Hybridization of Biogeography-Based: Optimization with Differential Evolution for Solving Optimal Power Flow Problems

Hybridization of Biogeography-Based: Optimization with Differential Evolution for Solving Optimal Power Flow Problems

Provas Kumar Roy (Department of Electrical Engineering, Dr. B. C. Roy Engineering College, Durgapur, West Bengal, India) and Dharmadas Mandal (Department of Electrical Engineering, Birbhum Institute of Engineering and Technology, Suri, West Bengal, India)
Copyright: © 2013 |Pages: 16
DOI: 10.4018/ijeoe.2013070106
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The aim of this paper is to evaluate a hybrid biogeography-based optimization approach based on the hybridization of biogeography-based optimization with differential evolution to solve the optimal power flow problem. The proposed method combines the exploration of differential evolution with the exploitation of biogeography-based optimization effectively to generate the promising candidate solutions. Simulation experiments are carried on standard 26-bus and IEEE 30-bus systems to illustrate the efficacy of the proposed approach. Results demonstrated that the proposed approach converged to promising solutions in terms of quality and convergence rate when compared with the original biogeography-based optimization and other population based optimization techniques like simple genetic algorithm, mixed integer genetic algorithm, particle swarm optimization and craziness based particle swarm optimization.
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1. Introduction

The optimal power flow (OPF) proposed by “Carpentier (1979)”, is an optimization tool through which the electric utilities strive to determine secure operating conditions for a power system. The OPF solution aims to optimize a selected objective function via optimal adjustment of the power system control variables, while satisfying various equality and inequality constraints. OPF problem has been rigorously studied over the past few decades. Many optimization techniques have emerged so far and have been applied to solve the problem. In the past, a wide variety of conventional optimization techniques such as Newton method “Monticelli and Liu (1992)”, linear programming “Stott, Marinho and Alsac (1979)”, dynamic programming “Xie and Song (2001)”, and interior point methods “Wei, Sasaki, Kubokawa and Yokoyama (1998)” have been developed to solve OPF problem. Generally, these techniques suffer due to algorithmic complexity, insecure convergence, and sensitiveness to initial search point, etc. Usually, these methods rely on the assumption that the fuel cost characteristic of a generating unit is a smooth, convex function. However, in practical system, it is not possible, or appropriate, to represent the unit’s fuel cost characteristics as convex function. This situation arises when valve-points non-linearities effect of thermal generating units and prohibited operating zones constraints are considered. Therefore, new optimization methods are required to deal with these difficulties.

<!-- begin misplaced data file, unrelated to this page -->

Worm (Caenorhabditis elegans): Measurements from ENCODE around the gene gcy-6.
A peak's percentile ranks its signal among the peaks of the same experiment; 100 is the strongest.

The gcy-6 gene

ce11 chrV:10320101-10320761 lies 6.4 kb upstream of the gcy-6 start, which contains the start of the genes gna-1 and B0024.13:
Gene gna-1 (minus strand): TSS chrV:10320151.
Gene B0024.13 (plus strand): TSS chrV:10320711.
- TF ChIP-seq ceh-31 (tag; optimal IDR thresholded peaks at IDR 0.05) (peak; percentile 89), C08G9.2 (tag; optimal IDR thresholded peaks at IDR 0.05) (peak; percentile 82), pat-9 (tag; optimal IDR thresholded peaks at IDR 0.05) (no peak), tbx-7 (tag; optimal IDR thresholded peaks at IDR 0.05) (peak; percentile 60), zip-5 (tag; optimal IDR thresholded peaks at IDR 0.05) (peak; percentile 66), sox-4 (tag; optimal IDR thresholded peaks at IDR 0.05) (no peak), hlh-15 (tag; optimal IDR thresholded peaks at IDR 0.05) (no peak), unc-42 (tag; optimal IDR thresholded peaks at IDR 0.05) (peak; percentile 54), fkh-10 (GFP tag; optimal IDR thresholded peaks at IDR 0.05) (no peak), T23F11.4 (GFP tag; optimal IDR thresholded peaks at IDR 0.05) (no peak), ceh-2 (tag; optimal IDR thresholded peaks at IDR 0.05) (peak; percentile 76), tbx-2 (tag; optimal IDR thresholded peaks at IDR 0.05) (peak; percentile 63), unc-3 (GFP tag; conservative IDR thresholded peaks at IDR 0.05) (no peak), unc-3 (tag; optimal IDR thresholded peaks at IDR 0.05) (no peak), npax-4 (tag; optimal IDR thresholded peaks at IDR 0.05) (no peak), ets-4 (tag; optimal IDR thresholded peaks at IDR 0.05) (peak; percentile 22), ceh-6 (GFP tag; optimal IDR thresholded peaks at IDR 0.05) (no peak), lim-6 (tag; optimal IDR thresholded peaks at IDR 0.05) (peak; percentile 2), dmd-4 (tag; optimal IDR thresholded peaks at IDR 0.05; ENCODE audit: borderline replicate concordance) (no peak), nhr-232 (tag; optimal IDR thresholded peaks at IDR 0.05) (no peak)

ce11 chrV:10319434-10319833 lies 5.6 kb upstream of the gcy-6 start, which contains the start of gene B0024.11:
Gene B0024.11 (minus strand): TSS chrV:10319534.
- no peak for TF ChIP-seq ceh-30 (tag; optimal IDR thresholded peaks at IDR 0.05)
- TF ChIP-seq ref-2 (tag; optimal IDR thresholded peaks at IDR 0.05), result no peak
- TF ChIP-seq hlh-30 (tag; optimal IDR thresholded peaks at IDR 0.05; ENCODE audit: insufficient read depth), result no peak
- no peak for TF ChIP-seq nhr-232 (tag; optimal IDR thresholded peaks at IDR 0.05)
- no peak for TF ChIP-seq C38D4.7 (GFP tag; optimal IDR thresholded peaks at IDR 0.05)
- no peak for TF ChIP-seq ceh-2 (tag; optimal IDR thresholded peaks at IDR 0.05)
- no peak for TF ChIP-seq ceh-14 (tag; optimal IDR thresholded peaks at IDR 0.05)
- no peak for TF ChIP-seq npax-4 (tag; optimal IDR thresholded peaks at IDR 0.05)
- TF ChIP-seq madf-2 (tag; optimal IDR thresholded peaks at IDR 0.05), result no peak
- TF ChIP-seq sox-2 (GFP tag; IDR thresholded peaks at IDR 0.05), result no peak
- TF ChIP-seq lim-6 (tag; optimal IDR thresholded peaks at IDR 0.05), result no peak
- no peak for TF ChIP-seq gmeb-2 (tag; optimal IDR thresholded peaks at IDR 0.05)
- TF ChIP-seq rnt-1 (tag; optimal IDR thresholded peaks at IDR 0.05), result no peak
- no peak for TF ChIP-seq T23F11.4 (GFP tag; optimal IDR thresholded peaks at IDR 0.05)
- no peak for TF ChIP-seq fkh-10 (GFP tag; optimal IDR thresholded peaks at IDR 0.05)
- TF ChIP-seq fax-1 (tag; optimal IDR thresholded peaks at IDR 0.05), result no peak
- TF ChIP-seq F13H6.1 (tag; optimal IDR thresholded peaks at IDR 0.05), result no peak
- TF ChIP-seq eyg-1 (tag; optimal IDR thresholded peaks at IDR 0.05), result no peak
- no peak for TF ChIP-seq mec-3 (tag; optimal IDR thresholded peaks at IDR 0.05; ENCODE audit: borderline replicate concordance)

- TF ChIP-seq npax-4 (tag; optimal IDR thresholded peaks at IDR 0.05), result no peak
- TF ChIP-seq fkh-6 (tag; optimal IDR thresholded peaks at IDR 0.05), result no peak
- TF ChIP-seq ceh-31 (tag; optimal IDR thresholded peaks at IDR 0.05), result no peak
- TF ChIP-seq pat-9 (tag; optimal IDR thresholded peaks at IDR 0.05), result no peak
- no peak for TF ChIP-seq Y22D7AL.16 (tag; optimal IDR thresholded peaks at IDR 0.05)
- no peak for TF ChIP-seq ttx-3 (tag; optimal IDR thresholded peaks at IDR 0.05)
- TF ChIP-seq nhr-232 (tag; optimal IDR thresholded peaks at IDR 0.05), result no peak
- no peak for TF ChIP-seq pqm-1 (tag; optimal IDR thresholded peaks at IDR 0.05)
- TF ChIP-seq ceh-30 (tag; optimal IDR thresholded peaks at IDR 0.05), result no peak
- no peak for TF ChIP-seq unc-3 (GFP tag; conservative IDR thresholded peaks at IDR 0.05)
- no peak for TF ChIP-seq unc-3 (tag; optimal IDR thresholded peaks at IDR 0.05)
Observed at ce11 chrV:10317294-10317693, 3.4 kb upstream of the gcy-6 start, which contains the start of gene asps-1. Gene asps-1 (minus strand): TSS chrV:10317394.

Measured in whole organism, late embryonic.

In recent years, many heuristic algorithms, such as Tabu search (TS) “Abido (2002)”, genetic algorithms (GA) “Devaraj and Yegnanarayana (2005)”, evolutionary programming (EP) “Sood (2007)”, particle swarm optimization (PSO) “Roy, Ghoshal and Thakur (2009)”, differential evolution (DE) “Liu and Lampinen (2005); Varadarajan and Swarup (2008)”, artificial bee colony (ABC) “Kwannetr, Leeton and Kulworawanichpong (2010)”, bacteria foraging optimization (BFO) “Tang, Li and Wu (2008)”, biogeography-based optimization (BBO) “Roy, Ghoshal and Thakur (2010a); Roy, Ghoshal and Thakur (2010b)” and gravitational search algorithm (GSA) “Bhattacharya and Roy (2012); Roy, Mandal and Bhattacharya (2012)” have successfully proved their capabilities in solving the OPF problem, without any restrictions on the shape of the cost curves. The results reported are promising and encouraging for further research in this direction. Moreover, many hybrid algorithms “Ongsakul and Bhasaputra (2002); Chunjie, Huiru and Chen (2010)” have been introduced to enhance the search efficiency.

DE proposed by R. Storn and K. Price “Storn and Price (1995)” is one of the latest evolutionary optimization algorithms. It is a simple but powerful population-based stochastic search technique for solving global optimization problems. Its effectiveness and efficiency have been successfully demonstrated in many application fields. Like other evolutionary algorithms, two fundamental processes drive the evolution of a DE population: exploration of different regions of the search space, and the selection process, which ensures the exploitation of previous knowledge about the fitness landscape. Practical experience, however, shows that DE may occasionally stop proceeding toward the global optimum level and may converge to a local optimum or any other point. This situation is usually referred to as premature convergence, where the population converges to some local optima of a multimodal objective function, losing its diversity. This is due to the lack of exploitation ability of the original DE algorithm.

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